The Green Ribbon Trail: A Quaint Gem in St Catharines

The Green Ribbon Trail: A Quaint Gem in St Catharines :: I've Been Bit! Travel Blog

In the city of St Catharines lies a little gem just off of Martindale Road. If you’ve ever driven that way, chances are you’ve passed right by and not even seen it. Next time you’re looking for a little spot to relax and enjoy some nature time, stop in at the Green Ribbon Trail!

Why Is It Called the Green Ribbon Trail?

The trail was developed in 1995 by the local community including the City of St Catharines, Child Find and the John Howard Society. It is dedicated to missing children across the globe. This was brought about by the tragic loss of Kristen French who was born and raised in St Catharines as well as Leslie Mahaffy of Burlington. The Green Ribbon of Hope was the symbol used during the search for Kristen and hence is the name for this trail.

I grew up knowing their names but if you don’t know who these two girls are, they were two victims of the terrors committed by Karla Holmoka and Paul Bernardo. You can learn more about this horrific part of St Catharines’ history by listening to the Canadian True Crime podcast.

Whenever you do hike this trail, take a moment to think of the missing children who have fallen victim to heinous crimes. Every time I visit, I always hug my loved ones extra tight when I get home.

Close Up of the Green Ribbon Trail Statue :: I've Been Bit! Travel Blog

Exploring the Green Ribbon Trail

The Green Ribbon Trail is an unexpectedly short, but beautiful little area south-west of Port Dalhousie. It follows the path of Old Martindale Road. The Green Ribbon Trail has a length of 500m and is paved, making it easily accessible.

As you follow the trail, you’ll be wandering through the Barnsdale Marsh. Part of Richardson’s creek, it is a class one wetland meaning it’s protected due to its provincial significance. Wetlands help control floods as they naturally store water and slowly release it to areas downstream. This helps to lessen erosion and improve water quality as it removes sediments from the water.

It may not look like it, but this area is home to thousands of different species including amphibians, birds, insects, plants and more. You’ll also find provincially significant species like the Tulip Tree and the Black Tern. Enjoy the views of Martindale Pond from the bridge along the way. As some of these are rare, please stick to the paved trails to ensure there’s no damage to any of the plants or soil.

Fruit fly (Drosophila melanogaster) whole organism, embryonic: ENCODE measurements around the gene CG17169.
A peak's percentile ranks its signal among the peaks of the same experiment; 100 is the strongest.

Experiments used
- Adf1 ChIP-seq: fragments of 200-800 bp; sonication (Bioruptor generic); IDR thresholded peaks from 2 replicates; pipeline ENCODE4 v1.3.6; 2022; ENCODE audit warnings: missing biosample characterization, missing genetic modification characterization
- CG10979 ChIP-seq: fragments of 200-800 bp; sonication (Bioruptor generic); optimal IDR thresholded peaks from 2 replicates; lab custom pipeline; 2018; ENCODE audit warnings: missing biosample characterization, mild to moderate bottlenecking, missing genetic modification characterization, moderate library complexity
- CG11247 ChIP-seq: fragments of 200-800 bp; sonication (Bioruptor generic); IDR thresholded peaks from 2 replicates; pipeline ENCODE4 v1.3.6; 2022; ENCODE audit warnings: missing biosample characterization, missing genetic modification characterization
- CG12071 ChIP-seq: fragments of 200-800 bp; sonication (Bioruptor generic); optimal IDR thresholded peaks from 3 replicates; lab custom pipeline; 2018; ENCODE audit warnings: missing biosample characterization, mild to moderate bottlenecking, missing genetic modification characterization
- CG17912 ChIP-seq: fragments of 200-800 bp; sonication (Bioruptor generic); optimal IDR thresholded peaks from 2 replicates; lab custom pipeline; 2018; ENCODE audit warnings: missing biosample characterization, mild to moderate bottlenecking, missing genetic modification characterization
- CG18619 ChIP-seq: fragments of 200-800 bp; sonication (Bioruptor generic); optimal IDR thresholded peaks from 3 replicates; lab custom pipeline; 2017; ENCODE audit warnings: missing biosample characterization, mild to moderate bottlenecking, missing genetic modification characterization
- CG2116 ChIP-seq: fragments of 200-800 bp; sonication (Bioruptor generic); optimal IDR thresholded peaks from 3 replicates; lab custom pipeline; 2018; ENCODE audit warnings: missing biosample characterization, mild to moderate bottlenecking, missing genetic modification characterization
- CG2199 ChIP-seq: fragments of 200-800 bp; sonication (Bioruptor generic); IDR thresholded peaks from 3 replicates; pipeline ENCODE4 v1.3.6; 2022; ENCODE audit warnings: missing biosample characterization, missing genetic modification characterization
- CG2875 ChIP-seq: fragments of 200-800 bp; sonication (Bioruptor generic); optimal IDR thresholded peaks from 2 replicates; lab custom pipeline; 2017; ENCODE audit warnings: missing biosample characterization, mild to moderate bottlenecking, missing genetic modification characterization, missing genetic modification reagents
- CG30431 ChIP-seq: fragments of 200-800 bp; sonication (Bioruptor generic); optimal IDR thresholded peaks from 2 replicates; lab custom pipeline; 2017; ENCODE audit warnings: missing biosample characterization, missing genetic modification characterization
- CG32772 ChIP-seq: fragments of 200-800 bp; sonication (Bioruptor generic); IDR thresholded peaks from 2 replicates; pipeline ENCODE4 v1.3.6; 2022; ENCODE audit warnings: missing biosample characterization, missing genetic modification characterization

Views of Martindale Pond in Autumn from the Green Ribbon Trail :: I've Been Bit! Travel Blog

The Green Ribbon Trail is accessible all year round and will offer a different experience with each season. While most use this area to enjoy a nice walk, it’s not uncommon to see people fishing, cycling and even ice fishing in the winter! I always wonder if they ever catch anything.

This isn’t the most difficult of Niagara trails, however it does connect with other local hiking trails. Head towards Lake Ontario along Third Street Louth in order to meet up with the Waterfront Trail, a 740km route that’s popular for those looking to hop on their bike. Another option is to follow Martindale Road towards the Queen Elizabeth Way (QEW) where you’ll meet the Merritt Trail.

Summer Flowers Along the Green Ribbon Trail :: I've Been Bit! Travel Blog

The Perfect Pit Stop

The Green Ribbon Trail in St Catharines is a great spot for a dose of nature if you’re having a busy day. With the trail being so short, it makes the perfect breath of fresh air. Next time you’re running around like crazy, stop in at the free parking lot and take a break – I guarantee you’ll feel much better for the rest of the day!

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